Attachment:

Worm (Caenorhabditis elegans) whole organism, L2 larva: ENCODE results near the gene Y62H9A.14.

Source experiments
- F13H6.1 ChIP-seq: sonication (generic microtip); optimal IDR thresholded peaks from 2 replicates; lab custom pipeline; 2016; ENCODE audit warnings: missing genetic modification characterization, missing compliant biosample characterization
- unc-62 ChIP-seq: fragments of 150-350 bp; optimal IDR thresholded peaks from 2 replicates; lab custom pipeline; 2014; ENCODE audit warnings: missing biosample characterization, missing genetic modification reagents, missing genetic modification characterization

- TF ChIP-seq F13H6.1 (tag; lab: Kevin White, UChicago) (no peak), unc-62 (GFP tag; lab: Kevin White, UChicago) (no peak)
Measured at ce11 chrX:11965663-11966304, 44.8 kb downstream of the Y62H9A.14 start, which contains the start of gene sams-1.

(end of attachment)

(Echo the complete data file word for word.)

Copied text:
Worm (Caenorhabditis elegans) whole organism, L2 larva: ENCODE results near the gene Y62H9A.14.

Source experiments
- F13H6.1 ChIP-seq: sonication (generic microtip); optimal IDR thresholded peaks from 2 replicates; lab custom pipeline; 2016; ENCODE audit warnings: missing genetic modification characterization, missing compliant biosample characterization
- unc-62 ChIP-seq: fragments of 150-350 bp; optimal IDR thresholded peaks from 2 replicates; lab custom pipeline; 2014; ENCODE audit warnings: missing biosample characterization, missing genetic modification reagents, missing genetic modification characterization

- TF ChIP-seq F13H6.1 (tag; lab: Kevin White, UChicago) (no peak), unc-62 (GFP tag; lab: Kevin White, UChicago) (no peak)
Measured at ce11 chrX:11965663-11966304, 44.8 kb downstream of the Y62H9A.14 start, which contains the start of gene sams-1.